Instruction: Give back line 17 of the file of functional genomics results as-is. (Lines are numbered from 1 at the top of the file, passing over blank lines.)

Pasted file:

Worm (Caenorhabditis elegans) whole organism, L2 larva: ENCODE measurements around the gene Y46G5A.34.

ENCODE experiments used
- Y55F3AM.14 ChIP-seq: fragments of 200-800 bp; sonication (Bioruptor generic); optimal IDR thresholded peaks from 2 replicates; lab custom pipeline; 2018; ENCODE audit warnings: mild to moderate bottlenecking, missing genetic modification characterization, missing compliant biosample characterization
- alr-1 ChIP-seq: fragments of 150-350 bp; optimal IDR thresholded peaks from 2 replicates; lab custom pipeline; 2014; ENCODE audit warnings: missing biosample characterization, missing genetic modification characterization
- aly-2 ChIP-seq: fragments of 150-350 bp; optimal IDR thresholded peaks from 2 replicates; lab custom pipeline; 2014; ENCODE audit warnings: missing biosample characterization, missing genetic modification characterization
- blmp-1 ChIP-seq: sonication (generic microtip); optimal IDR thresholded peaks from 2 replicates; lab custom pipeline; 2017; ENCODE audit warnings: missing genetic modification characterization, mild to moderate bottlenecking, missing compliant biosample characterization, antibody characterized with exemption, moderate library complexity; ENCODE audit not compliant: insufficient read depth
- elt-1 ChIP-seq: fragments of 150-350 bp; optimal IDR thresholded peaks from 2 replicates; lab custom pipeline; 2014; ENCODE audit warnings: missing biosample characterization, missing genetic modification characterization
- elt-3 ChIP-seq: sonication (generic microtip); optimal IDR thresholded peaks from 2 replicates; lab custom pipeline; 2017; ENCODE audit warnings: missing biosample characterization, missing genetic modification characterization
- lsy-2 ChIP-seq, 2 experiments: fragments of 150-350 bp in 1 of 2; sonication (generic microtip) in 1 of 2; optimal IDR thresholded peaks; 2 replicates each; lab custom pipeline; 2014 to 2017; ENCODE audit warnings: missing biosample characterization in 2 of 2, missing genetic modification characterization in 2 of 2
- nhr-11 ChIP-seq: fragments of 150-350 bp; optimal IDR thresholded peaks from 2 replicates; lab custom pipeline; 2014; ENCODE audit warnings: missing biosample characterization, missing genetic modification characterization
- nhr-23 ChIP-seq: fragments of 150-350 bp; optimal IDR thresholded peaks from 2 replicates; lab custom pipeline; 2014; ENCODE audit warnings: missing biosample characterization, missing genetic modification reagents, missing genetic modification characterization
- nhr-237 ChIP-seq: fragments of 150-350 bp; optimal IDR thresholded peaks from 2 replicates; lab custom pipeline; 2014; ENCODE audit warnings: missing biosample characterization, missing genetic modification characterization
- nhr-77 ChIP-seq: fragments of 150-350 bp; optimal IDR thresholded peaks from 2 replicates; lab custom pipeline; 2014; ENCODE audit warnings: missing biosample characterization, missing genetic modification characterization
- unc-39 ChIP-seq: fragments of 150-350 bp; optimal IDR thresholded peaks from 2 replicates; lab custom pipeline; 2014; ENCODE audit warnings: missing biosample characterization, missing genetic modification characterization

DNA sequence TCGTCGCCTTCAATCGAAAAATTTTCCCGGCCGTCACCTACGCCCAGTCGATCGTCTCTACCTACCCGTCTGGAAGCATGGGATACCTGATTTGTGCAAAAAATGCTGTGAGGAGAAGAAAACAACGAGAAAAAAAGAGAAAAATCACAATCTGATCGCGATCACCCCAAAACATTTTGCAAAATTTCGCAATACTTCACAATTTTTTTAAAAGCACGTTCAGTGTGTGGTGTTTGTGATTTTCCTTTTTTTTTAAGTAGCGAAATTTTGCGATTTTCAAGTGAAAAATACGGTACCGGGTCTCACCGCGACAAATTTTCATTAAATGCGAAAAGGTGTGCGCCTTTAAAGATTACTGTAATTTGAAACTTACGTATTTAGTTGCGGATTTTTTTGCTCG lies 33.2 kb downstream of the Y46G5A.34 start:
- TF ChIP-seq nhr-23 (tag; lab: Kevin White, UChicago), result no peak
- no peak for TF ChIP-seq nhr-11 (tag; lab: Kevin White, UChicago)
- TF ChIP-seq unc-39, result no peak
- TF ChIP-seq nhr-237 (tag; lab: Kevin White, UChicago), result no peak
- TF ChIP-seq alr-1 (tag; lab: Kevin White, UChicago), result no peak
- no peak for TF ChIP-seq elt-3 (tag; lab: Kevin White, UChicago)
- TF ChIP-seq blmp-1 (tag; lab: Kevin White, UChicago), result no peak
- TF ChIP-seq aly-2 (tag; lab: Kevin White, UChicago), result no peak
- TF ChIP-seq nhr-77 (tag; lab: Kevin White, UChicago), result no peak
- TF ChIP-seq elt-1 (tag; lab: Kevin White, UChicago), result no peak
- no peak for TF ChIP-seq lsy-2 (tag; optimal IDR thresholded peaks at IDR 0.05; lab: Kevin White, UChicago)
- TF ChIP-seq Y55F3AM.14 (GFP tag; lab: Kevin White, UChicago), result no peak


- no peak for TF ChIP-seq nhr-11 (tag; lab: Kevin White, UChicago)